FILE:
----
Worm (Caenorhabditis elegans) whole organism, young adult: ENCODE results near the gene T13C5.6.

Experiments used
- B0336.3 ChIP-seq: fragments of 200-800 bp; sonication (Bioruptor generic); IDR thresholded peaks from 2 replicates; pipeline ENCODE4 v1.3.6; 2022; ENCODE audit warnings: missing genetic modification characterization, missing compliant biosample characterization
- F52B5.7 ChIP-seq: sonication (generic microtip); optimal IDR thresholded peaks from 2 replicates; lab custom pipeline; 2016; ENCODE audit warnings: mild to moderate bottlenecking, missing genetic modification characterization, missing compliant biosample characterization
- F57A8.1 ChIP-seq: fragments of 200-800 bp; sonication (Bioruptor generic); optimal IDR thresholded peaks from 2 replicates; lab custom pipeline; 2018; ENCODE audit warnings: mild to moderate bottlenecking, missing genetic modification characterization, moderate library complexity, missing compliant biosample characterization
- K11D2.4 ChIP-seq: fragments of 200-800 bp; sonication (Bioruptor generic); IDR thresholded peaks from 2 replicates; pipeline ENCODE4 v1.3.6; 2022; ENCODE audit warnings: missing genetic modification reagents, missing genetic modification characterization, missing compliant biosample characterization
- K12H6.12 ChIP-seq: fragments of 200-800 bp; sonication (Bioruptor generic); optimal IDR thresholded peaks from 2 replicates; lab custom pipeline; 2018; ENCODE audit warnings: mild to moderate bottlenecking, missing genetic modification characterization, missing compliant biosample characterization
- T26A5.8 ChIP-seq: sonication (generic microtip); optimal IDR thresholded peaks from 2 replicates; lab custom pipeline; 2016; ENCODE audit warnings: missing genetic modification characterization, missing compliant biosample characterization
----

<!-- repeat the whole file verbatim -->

Worm (Caenorhabditis elegans) whole organism, young adult: ENCODE results near the gene T13C5.6.

Experiments used
- B0336.3 ChIP-seq: fragments of 200-800 bp; sonication (Bioruptor generic); IDR thresholded peaks from 2 replicates; pipeline ENCODE4 v1.3.6; 2022; ENCODE audit warnings: missing genetic modification characterization, missing compliant biosample characterization
- F52B5.7 ChIP-seq: sonication (generic microtip); optimal IDR thresholded peaks from 2 replicates; lab custom pipeline; 2016; ENCODE audit warnings: mild to moderate bottlenecking, missing genetic modification characterization, missing compliant biosample characterization
- F57A8.1 ChIP-seq: fragments of 200-800 bp; sonication (Bioruptor generic); optimal IDR thresholded peaks from 2 replicates; lab custom pipeline; 2018; ENCODE audit warnings: mild to moderate bottlenecking, missing genetic modification characterization, moderate library complexity, missing compliant biosample characterization
- K11D2.4 ChIP-seq: fragments of 200-800 bp; sonication (Bioruptor generic); IDR thresholded peaks from 2 replicates; pipeline ENCODE4 v1.3.6; 2022; ENCODE audit warnings: missing genetic modification reagents, missing genetic modification characterization, missing compliant biosample characterization
- K12H6.12 ChIP-seq: fragments of 200-800 bp; sonication (Bioruptor generic); optimal IDR thresholded peaks from 2 replicates; lab custom pipeline; 2018; ENCODE audit warnings: mild to moderate bottlenecking, missing genetic modification characterization, missing compliant biosample characterization
- T26A5.8 ChIP-seq: sonication (generic microtip); optimal IDR thresholded peaks from 2 replicates; lab custom pipeline; 2016; ENCODE audit warnings: missing genetic modification characterization, missing compliant biosample characterization